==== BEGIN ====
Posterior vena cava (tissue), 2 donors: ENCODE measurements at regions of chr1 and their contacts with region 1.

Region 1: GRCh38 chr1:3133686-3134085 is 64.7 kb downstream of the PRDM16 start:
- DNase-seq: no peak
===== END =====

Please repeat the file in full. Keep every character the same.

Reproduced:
Posterior vena cava (tissue), 2 donors: ENCODE measurements at regions of chr1 and their contacts with region 1.

Region 1: GRCh38 chr1:3133686-3134085 is 64.7 kb downstream of the PRDM16 start:
- DNase-seq: no peak